Halloween Display Contest: And the winner is…

Halloween Display Contest: And the winner is…

At last! The winner of the Halloween Display Contest is… Dragonfly Book of Decorah, IA. Thanks to all who submitted display photos for the contest. See all of the Halloween displays in the gallery below.

wall of shop favs

bbgb tales for kids in Richmond, VA, posted this photo on their Facebook page earlier this week with the following message: “need a gift idea? check out our wall of shop favs. 15% off when you purchase the book of the day! it’s fa la la all day today!”12316348_1051621834869600_4782706277373648197_n

I asked one of the owners, Jill Stefanovich, if they wrote directly on the wall. She explained that she used a special chalk paint pen that will wash off.

Subsequent Facebook posts feature individual “gift books of the day”:

Screenshot 2015-12-03 12.36.12

“Dinovember” Display

“Dinovember” Display

Renée Barker with Just The Bookstore in Glen Ellyn, Illinois, sent this image to me of her “Dinovember” display. “This has been a good foot-traffic-stopper in our window,” she said.

Barker got the idea from the book What the Dinosaurs Did Last Night: A Very Messy Adventure by Refe and Susan Tuma, which got its start on social media, but was published by Little, Brown Books for Young Readers in October. “A mom and dad set up the toy dinosaurs their kids left out as though they came alive after the kids were asleep,” she explained.

I’ve included a video about the book below.

Barker says she the window was fun to put together, and they’ll likely repeat it next November… which is appropriate, because the Dinovember Facebook page is an annual affair as well.

Adaptable Section Signs

Adaptable Section Signs

Before I saw the image on the Appletree Books website of their beautiful stairs, I noticed the image of their section signage. Affixed to the slat board wall were little chalkboards designating each section. These signs were added after Lynn Quintrell purchased the store a year ago. “The previous owner didn’t believe in having descriptors about genres or sections,” says Appletree’s owner.


Section Sign | Next Page Books, Frisco, CO

The chalkboard signs reminded me of a similar technique Karen Berg is using at Next Page Books & Nosh in Frisco, Colorado. In fact, I had forgotten I’d taken this photo on my phone when I visited over Spring Break. Karen painted rectangles of chalkboard paint directly on the wall above the bookcases.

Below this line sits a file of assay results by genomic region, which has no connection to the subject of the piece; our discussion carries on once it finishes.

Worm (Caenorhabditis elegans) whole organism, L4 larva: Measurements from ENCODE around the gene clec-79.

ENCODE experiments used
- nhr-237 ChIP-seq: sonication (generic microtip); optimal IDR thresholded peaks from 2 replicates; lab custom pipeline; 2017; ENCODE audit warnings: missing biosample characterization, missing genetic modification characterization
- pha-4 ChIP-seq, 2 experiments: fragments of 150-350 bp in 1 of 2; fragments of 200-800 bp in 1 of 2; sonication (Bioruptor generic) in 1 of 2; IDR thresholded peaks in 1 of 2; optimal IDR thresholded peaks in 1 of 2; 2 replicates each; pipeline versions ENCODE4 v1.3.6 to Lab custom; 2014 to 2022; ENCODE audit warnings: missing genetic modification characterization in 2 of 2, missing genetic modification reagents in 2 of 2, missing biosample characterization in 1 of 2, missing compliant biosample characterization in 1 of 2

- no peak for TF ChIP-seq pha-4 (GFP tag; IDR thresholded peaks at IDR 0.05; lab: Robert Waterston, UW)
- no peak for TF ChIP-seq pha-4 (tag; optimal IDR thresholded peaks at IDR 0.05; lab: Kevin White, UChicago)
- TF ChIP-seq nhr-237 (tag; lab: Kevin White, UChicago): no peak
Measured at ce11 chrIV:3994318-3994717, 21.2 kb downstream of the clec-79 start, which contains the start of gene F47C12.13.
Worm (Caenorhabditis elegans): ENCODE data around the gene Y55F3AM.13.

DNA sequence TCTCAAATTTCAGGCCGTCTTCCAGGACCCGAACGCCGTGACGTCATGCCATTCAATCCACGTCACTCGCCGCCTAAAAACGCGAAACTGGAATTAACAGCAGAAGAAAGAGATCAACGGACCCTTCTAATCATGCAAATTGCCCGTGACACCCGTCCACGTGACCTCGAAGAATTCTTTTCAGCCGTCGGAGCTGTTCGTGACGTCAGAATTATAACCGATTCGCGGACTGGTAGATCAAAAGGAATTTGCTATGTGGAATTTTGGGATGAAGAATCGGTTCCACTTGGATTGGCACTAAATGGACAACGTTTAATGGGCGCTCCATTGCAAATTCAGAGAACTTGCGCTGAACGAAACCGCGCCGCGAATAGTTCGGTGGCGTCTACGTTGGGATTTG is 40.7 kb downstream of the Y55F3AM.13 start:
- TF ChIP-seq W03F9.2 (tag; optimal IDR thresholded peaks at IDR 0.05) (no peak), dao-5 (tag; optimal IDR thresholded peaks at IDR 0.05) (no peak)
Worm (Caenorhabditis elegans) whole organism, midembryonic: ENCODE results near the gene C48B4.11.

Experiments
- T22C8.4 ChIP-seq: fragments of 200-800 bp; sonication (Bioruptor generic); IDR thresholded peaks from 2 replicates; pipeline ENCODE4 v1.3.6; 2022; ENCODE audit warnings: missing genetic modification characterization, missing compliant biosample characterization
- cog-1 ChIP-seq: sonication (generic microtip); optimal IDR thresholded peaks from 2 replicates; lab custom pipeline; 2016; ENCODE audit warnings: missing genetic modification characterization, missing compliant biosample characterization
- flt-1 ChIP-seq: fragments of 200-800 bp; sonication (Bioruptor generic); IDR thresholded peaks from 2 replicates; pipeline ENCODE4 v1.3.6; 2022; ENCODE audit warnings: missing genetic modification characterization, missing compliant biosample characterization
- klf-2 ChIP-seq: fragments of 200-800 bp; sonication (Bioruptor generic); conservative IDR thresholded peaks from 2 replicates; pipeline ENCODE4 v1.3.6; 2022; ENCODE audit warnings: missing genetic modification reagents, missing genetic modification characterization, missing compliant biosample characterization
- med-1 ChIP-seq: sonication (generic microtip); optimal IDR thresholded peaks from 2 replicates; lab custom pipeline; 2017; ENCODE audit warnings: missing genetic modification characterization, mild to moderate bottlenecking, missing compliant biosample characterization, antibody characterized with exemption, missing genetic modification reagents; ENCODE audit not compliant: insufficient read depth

The owners of both stores use various chalkboards around the store as well, on little easels in tabletop displays, in store windows, and on sandwich boards.

Chalkboard signs can be a great solution if you change displays a lot or move a lot of inventory. A little water and chalk can seem like a small investment if your sections are always shifting or moving or bulging or spare.

Here are a few other chalkboard signs in action at Appletree Books in Cleveland Heights, OH, and Next Page Books & Nosh in Frisco, CO.

On the Risers at Appletree Books

On the Risers at Appletree Books

I was stumbling around the internet a few weeks ago when I saw the website for Appletree Books in Cleveland Heights, OH. I didn’t realize at the time that the new WordPress site had just launched around mid-May. I only knew that it was so inviting and extremely well-designed, I kept scrolling up and down the page to look at the store images incorporated into the site.

And then I saw the staircase.

I contacted Lynn Quintrell, Appletree’s owner, to find out more about the store and the building. Although the store is celebrating its 40th anniversary this year, Quintrell only bought Appletree Books a year ago.

“We closed for three weeks to computerize the inventory and also do some remodeling and rearranging,” she says. “The store hadn’t hosted an event or book group in 25 years, so we opened it up. And the loft area was totally unused, so we added full-size stairs and tightened up the spindles.”

Once the stairs were in place, Quintrell had an idea. So she hired a faux painter and muralist to paint book spines on the risers leading up to the loft. “I picked out books that had sentimental ties, but then I chose some that were artsy as well,” she says.

The result is this beautiful imaginative staircase that leads to a functional space while maintaining the historical integrity of the building. You can see a glimpse of the staircase on their site, or here’s a larger image.